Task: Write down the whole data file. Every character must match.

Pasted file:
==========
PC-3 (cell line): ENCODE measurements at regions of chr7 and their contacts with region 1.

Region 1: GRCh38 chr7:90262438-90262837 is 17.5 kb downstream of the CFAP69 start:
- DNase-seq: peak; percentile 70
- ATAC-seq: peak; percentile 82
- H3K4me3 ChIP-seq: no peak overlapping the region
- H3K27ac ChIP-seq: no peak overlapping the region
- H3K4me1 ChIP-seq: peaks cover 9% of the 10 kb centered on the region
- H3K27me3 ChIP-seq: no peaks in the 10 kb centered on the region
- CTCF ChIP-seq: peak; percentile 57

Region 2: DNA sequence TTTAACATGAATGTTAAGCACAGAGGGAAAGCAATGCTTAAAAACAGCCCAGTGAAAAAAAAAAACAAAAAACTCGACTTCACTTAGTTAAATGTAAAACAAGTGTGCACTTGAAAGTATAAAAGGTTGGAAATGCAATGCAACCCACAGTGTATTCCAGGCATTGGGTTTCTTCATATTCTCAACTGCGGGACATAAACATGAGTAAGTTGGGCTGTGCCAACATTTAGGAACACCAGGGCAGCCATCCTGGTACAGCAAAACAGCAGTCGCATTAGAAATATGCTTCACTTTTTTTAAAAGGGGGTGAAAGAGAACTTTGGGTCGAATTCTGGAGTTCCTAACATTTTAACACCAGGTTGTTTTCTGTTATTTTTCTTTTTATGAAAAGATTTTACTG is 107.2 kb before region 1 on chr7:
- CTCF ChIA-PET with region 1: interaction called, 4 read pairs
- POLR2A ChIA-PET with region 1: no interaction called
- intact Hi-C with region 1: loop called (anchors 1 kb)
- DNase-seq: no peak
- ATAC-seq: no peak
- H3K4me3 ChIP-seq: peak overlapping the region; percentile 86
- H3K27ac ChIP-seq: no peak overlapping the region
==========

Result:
PC-3 (cell line): ENCODE measurements at regions of chr7 and their contacts with region 1.

Region 1: GRCh38 chr7:90262438-90262837 is 17.5 kb downstream of the CFAP69 start:
- DNase-seq: peak; percentile 70
- ATAC-seq: peak; percentile 82
- H3K4me3 ChIP-seq: no peak overlapping the region
- H3K27ac ChIP-seq: no peak overlapping the region
- H3K4me1 ChIP-seq: peaks cover 9% of the 10 kb centered on the region
- H3K27me3 ChIP-seq: no peaks in the 10 kb centered on the region
- CTCF ChIP-seq: peak; percentile 57

Region 2: DNA sequence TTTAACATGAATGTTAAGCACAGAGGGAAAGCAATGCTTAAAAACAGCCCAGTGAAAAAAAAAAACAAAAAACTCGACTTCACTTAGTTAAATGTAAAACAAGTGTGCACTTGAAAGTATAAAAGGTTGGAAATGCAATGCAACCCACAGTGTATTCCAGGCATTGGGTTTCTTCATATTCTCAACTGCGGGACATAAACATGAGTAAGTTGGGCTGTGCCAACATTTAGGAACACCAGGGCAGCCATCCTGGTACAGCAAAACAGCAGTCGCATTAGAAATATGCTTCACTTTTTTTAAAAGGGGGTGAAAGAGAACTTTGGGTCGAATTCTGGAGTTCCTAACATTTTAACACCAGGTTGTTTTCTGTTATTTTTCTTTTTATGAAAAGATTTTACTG is 107.2 kb before region 1 on chr7:
- CTCF ChIA-PET with region 1: interaction called, 4 read pairs
- POLR2A ChIA-PET with region 1: no interaction called
- intact Hi-C with region 1: loop called (anchors 1 kb)
- DNase-seq: no peak
- ATAC-seq: no peak
- H3K4me3 ChIP-seq: peak overlapping the region; percentile 86
- H3K27ac ChIP-seq: no peak overlapping the region